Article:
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From patrolling the streets of Marjah to competing in an Olympic-style event

By Cpl. Trevon S. Peracca | | March 7, 2013


It seemed to be just another routine patrol for a squad of Marines walking the streets of Marjah, Afghanistan in July 2010. For one motivated corporal, who was the leader of a three-man fire team from 2nd Battalion 4th Marine Regiment, this patrol would change his life forever.

As Anthony A. Arriaga and his team continued their patrol two gunmen began shooting at him, one with an AK-47 assault rifle and the other with a bolt-action sniper rifle. The gunmen fired several shots one of which hit him from behind, striking his small-arms protective insert (SAPI plate) and knocked him to the ground.

At that point, he realized his entire squad had walked into a 360-ambush, said 28-year-old Arriaga.

Arriaga jumped to his feet and ran toward his automatic riflemen to help suppress enemy onslaught. He was hit again, this time in the SAPI plate on his side, which knocked him to the ground once more.

“At the time my team only had a Squad Automatic Weapon gunner, a scout sniper and myself,” Arriaga said. “Getting up and running did two things; it got me closer to my SAW gunner who was the operator of my team’s primary weapon, and it allowed myself and my team to identify the location of the enemy while they were engaging me.”

The insurgents continued shooting several rounds at Arriaga, who despite his slender 5 foot 5 inch stature, was attempting to draw the fire away from his team until he was by a bullet to his right leg.

“Just by the scream I knew he was hit,” said Sgt. Jason T. Pacheco, a scout sniper on his team who was 25-yards ahead of him at the time of the attack.

“I exposed myself a lot whenever I got in firefights, simply because I was the team leader, and I would rather the enemy shoot at me than shoot at my guys,” said Arriaga. “(The sniper) got me in my right leg, right above the knee,” Arriaga said. “It ended up going straight through, blowing out my inner thigh and cutting my nerve.”

Arriaga recalled slipping in and out of consciousness, and said he remembered how a nurse made him feel better by rubbing his ears while he was transported to a forward operating base.

“I remember he was pretty calm and collected, he just wanted to know if he was going to be okay,” Pacheco said.

Arriaga’s right leg is now paralyzed from the knee down due to the injury, and he has to wear a knee brace to walk.

Arriaga said he chose limb salvage rather than amputation. The medical staff recommended he amputate his leg because his leg was useless. Arriaga was determined to keep his leg despite the pain, and said he wanted to examine every opportunity possible to keep it. After a year and a half of trying more than a dozen braces for his leg, he said he finally found the one that best enhances his range of mobility.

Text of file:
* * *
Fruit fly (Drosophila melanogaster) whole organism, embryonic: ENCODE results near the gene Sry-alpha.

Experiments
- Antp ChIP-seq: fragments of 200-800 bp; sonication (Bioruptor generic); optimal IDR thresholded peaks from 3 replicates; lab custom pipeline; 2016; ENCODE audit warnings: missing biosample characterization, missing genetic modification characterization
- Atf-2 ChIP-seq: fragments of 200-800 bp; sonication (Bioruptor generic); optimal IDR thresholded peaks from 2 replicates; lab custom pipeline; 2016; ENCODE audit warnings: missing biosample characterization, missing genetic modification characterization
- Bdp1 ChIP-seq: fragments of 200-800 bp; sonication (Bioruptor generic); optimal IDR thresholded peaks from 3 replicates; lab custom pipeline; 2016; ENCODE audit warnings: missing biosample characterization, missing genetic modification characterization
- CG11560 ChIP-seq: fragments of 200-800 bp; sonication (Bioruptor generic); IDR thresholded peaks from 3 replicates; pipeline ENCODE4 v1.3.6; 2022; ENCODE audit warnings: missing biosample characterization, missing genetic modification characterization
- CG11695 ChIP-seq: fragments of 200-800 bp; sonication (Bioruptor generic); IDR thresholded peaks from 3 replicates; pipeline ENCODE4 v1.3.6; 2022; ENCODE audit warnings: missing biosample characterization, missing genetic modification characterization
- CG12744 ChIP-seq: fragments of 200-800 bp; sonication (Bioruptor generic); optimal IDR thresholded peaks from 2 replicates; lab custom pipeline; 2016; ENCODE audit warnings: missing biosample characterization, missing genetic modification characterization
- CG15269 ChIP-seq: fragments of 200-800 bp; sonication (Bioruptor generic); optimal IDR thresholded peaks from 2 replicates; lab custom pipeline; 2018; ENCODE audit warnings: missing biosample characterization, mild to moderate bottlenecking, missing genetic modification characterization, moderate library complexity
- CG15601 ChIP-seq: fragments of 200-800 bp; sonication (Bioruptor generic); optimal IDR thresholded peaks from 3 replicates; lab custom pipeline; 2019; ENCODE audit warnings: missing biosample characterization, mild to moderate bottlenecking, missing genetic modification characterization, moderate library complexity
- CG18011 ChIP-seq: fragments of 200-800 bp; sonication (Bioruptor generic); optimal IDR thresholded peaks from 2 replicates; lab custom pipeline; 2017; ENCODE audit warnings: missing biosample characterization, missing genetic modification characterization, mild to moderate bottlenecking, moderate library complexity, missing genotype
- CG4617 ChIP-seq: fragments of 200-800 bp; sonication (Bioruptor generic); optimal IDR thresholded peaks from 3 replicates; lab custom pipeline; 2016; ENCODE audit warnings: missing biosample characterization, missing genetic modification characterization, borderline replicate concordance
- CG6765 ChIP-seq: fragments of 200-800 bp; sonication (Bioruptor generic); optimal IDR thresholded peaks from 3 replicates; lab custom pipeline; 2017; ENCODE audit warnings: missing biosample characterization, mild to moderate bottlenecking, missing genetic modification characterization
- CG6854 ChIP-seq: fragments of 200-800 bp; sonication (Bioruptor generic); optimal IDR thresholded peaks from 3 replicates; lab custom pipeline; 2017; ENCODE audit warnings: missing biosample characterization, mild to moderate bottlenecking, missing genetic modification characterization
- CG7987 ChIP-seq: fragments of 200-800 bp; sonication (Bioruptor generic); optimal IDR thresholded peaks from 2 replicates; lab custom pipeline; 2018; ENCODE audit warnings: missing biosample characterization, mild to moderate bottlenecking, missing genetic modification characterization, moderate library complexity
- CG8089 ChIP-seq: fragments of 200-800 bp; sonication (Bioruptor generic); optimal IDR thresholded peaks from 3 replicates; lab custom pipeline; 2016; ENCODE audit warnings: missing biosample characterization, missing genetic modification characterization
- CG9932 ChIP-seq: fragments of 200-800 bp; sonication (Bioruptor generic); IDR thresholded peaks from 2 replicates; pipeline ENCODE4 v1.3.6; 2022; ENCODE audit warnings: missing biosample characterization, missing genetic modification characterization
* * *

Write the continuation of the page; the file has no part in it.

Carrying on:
“I can walk, run and for the most part conduct business as usual,” Arriaga said.

Arriaga still suffers chronic pain, and if it continues or worsens he said he might reconsider amputation.

Two and a half years after his return home, now Sgt. Arriaga remains an active-duty Marine at Wounded Warrior Battalion West here.

Being a part of the WWBn., provided Arriaga a chance to compete in the Marine Corps Trials for the second consecutive year. This year he won a bronze medal for pistol marksmanship during a shooting competition and was selected to go to Colorado Springs, Colo., to compete on the All-Marine team at the Warrior Games.

“A lot of my opportunities, and my recovery, would not be possible if it wasn’t for the Wounded Warrior Battalion,” Arriaga said. “The staff, events and programs they provide has definitely helped me with my life and me trying to stay in the Marine Corps. They do everything they possibly can to help me with my needs, whether it’s mental, physical or family.”

Arriaga plans to lateral move into the intelligence field to be an analyst and to continue to serve until retirement.

“Despite facing numerous difficult challenges during his recovery, he has overcome every obstacle while remaining true to Marine Corps and his fellow Marines,” said Lt. Col. James Fullwood, the Wounded Warrior Battalion West commanding officer. “He is the epitome of a Marine NCO who leads from the front and has always maintained himself as an example to all.”

For more information please contact Cpl. Trevon S. Peracca at, Trevon.Peracca@usmc.mil.